Megan Hall: Welcome to Possibly, where we take on huge problems like the future of our planet and break them down into small questions with unexpected answers. I’m Megan Hall. 

Today, we have a question from listener David Kellogg. He’s a big fan of solar power, but he wants to know, is it better to put solar panels on your roof, or to put your money towards large scale solar installations?  

We had Harrison Katz and Fatima Husain from our Possibly Team look into this. Welcome, Harrison and Fatima!

Harrison Katz: Hi, Megan!

Fatima Husain: Hello! 

Megan Hall: So, let’s take a step back. I know you can put solar panels on your roof, but what does it mean to support large-scale solar installation?

Harrison Katz: Well, in some areas of the country, you can put your money towards the cost of building and maintaining a field of solar panels in your community. 

Fatima Husain: In these arrangements, the people who help to pay for the solar farms get to share that energy to power their homes. 

Megan Hall: Cool — so you can get solar power even if you don’t want to put panels on your roof?

Fatima Husain: Exactly. 

Megan Hall: So, what’s the answer to David’s question? If he wants to use solar power, should he put panels on his roof, or pay to support a big solar farm?

Harrison Katz: To find the answer, we talked to Myles Lennon, an assistant professor of environment and society and anthropology at Brown University.  

Myles Lennon: If David were here, I would bombard him with a bunch of questions.

Harrison Katz: Myles says it’s hard to give advice without knowing more about David’s situation- 

Myles Lennon: his economic constraints, what policies exist in his area. What kind of potential there is for generating a large solar array? What solar developers are developing community shared solar projects…

Megan Hall: Ok, but, let’s just run some possible scenarios. What if  there IS the option of subscribing to a community solar farm.

Fatima Husain: Easy. Myles says in most cases, you should go for it!

Myles Lennon: it certainly is much much much easier becoming a community of solar subscribers than it is to put solar panels on your own roof.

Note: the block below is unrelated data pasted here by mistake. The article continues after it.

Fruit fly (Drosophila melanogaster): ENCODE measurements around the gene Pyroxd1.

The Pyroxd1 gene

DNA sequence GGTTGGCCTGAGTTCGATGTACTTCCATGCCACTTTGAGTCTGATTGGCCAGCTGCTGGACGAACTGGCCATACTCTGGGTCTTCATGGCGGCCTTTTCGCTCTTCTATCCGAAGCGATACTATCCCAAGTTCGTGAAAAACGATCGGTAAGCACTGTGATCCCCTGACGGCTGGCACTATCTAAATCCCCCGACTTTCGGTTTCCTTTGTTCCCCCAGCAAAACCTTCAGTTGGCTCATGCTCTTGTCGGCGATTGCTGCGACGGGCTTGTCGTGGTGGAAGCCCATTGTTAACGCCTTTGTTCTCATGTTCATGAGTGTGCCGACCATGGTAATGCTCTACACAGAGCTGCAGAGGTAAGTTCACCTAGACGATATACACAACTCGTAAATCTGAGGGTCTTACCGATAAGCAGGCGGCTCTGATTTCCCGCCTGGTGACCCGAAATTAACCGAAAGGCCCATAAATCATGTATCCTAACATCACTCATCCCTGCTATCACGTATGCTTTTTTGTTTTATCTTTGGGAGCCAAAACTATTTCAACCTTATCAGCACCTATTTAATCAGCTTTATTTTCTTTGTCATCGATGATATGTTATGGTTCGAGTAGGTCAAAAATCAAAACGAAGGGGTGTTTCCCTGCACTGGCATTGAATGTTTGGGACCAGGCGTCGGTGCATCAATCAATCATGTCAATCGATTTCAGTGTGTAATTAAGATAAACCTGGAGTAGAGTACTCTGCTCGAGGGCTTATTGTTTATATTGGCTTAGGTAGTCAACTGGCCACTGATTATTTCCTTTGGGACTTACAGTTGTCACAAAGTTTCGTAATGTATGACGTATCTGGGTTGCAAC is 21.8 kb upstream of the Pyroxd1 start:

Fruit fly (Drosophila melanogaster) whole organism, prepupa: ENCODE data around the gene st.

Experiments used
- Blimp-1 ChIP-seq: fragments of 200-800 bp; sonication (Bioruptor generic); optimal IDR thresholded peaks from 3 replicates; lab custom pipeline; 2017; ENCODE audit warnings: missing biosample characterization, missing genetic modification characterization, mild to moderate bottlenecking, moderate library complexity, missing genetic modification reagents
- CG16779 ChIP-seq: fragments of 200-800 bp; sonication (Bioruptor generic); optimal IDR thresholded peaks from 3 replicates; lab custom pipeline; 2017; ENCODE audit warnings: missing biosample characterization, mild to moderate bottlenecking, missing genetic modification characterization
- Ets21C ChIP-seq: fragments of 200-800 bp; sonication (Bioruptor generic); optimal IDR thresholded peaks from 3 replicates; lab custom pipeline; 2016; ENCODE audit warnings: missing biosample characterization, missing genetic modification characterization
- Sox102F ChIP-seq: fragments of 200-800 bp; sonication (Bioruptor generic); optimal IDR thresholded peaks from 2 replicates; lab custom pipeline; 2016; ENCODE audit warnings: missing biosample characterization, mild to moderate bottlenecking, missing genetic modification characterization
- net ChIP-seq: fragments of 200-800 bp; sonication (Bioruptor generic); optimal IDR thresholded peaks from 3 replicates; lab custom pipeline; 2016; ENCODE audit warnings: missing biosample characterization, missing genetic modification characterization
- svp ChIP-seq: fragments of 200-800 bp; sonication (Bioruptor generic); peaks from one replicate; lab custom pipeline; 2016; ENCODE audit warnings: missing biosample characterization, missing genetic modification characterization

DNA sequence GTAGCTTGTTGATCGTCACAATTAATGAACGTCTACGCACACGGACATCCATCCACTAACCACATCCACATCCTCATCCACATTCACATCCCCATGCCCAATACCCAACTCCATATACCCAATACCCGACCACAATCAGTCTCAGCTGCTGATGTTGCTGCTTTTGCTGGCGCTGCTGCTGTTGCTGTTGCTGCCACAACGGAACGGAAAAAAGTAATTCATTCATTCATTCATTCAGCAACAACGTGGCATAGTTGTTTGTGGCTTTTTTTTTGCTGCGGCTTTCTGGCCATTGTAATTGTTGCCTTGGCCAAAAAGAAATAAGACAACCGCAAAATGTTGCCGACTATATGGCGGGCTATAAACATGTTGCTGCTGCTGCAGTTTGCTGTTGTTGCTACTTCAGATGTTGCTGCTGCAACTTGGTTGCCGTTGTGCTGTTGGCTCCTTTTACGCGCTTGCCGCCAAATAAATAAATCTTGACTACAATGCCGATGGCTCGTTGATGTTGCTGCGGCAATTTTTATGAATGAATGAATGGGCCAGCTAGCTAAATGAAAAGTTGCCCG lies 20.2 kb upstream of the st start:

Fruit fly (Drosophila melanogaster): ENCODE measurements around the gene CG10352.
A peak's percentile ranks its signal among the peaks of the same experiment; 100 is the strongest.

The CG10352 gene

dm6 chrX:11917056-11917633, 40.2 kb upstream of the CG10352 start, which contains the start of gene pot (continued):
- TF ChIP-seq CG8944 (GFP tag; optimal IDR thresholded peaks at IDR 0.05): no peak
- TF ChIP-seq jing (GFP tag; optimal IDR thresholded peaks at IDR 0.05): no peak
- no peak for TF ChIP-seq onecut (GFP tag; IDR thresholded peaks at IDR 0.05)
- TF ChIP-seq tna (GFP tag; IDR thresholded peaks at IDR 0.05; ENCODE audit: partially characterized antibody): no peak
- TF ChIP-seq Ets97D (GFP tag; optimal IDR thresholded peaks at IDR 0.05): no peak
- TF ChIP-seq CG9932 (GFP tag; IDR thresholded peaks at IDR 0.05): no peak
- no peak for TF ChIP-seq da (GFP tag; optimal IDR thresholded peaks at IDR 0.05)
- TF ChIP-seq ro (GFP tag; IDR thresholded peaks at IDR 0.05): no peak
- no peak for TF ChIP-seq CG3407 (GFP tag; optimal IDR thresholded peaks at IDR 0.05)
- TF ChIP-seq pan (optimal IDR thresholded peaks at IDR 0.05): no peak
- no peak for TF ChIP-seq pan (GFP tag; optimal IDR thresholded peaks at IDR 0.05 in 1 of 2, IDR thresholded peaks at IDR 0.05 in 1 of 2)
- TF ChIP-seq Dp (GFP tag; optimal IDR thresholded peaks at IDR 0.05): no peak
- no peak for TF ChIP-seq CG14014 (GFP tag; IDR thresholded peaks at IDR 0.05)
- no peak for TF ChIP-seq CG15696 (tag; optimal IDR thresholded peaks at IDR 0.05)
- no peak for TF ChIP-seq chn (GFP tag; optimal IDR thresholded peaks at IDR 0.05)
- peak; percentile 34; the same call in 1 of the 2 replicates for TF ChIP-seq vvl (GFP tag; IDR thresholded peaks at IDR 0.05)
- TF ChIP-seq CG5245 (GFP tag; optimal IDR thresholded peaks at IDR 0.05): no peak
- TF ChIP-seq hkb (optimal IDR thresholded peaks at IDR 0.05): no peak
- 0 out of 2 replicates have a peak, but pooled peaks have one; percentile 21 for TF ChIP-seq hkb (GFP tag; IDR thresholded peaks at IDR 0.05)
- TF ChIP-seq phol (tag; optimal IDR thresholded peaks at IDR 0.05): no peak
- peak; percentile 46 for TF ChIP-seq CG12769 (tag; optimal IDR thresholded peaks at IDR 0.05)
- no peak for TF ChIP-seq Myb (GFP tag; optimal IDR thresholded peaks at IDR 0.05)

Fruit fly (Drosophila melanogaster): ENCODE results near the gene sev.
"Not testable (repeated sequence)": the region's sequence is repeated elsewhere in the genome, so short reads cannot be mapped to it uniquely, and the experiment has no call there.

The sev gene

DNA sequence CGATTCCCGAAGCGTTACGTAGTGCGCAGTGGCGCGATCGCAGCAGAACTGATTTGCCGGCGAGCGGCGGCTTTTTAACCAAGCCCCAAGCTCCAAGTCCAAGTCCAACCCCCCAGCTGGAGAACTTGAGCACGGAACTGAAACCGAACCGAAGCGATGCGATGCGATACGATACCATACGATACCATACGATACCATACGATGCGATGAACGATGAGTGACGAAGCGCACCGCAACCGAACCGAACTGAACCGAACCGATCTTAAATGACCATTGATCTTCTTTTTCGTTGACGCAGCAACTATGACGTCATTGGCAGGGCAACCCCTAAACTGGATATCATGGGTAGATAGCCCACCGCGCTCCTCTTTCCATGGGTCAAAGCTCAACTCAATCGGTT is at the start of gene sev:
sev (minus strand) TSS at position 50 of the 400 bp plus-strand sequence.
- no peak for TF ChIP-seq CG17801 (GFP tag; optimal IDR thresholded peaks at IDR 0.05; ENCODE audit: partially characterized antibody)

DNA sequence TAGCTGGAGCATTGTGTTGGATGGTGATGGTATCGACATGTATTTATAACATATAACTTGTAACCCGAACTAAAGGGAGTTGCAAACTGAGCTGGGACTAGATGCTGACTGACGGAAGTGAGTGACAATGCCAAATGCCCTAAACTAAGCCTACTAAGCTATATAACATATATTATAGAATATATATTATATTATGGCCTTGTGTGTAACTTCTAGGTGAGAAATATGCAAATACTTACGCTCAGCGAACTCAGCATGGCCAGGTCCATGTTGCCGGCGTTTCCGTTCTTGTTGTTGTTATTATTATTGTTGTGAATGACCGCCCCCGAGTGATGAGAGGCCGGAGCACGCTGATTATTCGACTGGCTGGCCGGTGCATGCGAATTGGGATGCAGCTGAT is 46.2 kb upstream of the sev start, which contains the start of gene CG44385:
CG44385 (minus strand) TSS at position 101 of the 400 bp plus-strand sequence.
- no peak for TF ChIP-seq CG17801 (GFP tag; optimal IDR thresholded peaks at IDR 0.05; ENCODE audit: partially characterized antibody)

Harrison Katz: Myles says, with community solar, you’re just paying for a project that already exists and you don’t have to deal with the hassle of getting panels on your roof. 

Fatima Husain: Supporting solar this way is also cheaper. 

Megan Hall: But what if you don’t have this option near you? Or, maybe you don’t like the idea of using open space for solar farms?

Fatima Husain: In that case, consider going with panels at your house. But first, make sure your roof is up to the job. 

Myles Lennon: Do you have good regular exposure to the sun, a lack of obstructions or shade? Is your roof in good condition? 

Harrison Katz: If the answers to these questions are yes, and you own your own home, try installing solar panels.  

Megan Hall: But those solar panels can be expensive. What if I don’t have the money to buy them up front? Or I’m nervous about getting a loan?

Fatima Husain: Myles says you can try a third option — something called a power purchase agreement. 

Megan Hall: What’s that?

Harrison Katz: Here’s how Myles explains it — 

Myles Lennon: basically a third party pays for the cost of the solar panels and they technically own the solar and you benefit from the electricity being produced. It's sort of a win win. 

Fatima Husain: In other words, the company pays for the solar power equipment and installation, you get to use the solar energy, and you pay the company for that power for about a couple of decades.   

Megan Hall: So, what’s in it for me?

Harrison Katz: Well, the electricity is usually cheaper than what you’d pay if you bought fossil-fuel based electricity from your local utility.  

Megan Hall: Ok, so it sounds like David has a lot of options!

Harrison Katz: Yes, and in this case, there really isn’t a “best” way to go about it. Any form of solar power will lower your greenhouse gas emissions in a meaningful way. So, just pick the type that works for you and sign up!

Megan Hall: Great! Thanks, Harrison and Fatima! 

That’s it for today. For more information, or to ask a question about the way you recycle, use energy, or make any other choice that affects the planet, go to the public’s radio dot org slash possibly. Or subscribe to us wherever you get your podcasts.

Possibly is a co-production of the Institute at Brown for Environment and Society and the Public’s Radio.